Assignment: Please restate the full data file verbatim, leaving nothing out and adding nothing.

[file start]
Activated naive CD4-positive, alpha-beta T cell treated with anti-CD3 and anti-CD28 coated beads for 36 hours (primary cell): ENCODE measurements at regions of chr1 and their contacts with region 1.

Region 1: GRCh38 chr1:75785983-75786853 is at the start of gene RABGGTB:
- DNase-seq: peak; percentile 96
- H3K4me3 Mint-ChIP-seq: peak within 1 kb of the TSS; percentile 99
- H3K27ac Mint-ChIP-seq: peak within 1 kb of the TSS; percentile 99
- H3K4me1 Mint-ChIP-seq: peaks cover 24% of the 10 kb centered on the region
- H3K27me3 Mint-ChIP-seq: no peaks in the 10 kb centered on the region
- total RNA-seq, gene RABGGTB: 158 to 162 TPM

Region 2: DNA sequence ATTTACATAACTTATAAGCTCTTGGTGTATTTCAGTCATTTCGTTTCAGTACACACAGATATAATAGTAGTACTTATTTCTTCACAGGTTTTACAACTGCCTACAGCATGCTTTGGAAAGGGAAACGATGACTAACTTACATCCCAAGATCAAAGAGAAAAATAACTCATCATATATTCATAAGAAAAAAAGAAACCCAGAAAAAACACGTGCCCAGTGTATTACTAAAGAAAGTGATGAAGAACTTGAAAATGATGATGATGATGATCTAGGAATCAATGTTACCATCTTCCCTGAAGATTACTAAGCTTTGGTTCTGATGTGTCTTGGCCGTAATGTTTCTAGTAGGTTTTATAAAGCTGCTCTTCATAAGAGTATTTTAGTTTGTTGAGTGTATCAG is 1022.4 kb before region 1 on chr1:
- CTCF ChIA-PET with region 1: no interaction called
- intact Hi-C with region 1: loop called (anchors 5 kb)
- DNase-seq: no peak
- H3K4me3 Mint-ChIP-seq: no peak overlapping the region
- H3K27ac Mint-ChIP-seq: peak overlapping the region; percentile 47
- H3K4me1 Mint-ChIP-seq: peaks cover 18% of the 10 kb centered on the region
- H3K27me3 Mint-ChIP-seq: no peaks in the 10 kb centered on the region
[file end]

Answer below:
Activated naive CD4-positive, alpha-beta T cell treated with anti-CD3 and anti-CD28 coated beads for 36 hours (primary cell): ENCODE measurements at regions of chr1 and their contacts with region 1.

Region 1: GRCh38 chr1:75785983-75786853 is at the start of gene RABGGTB:
- DNase-seq: peak; percentile 96
- H3K4me3 Mint-ChIP-seq: peak within 1 kb of the TSS; percentile 99
- H3K27ac Mint-ChIP-seq: peak within 1 kb of the TSS; percentile 99
- H3K4me1 Mint-ChIP-seq: peaks cover 24% of the 10 kb centered on the region
- H3K27me3 Mint-ChIP-seq: no peaks in the 10 kb centered on the region
- total RNA-seq, gene RABGGTB: 158 to 162 TPM

Region 2: DNA sequence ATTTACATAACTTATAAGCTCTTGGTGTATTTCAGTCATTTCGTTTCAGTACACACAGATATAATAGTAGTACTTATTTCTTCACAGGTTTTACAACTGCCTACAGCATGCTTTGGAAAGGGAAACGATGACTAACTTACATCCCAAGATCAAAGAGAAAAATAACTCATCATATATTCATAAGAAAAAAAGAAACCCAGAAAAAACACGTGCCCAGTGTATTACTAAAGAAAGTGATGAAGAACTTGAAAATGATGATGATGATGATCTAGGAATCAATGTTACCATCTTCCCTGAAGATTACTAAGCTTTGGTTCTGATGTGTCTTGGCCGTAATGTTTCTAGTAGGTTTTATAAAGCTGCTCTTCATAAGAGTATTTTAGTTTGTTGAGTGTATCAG is 1022.4 kb before region 1 on chr1:
- CTCF ChIA-PET with region 1: no interaction called
- intact Hi-C with region 1: loop called (anchors 5 kb)
- DNase-seq: no peak
- H3K4me3 Mint-ChIP-seq: no peak overlapping the region
- H3K27ac Mint-ChIP-seq: peak overlapping the region; percentile 47
- H3K4me1 Mint-ChIP-seq: peaks cover 18% of the 10 kb centered on the region
- H3K27me3 Mint-ChIP-seq: no peaks in the 10 kb centered on the region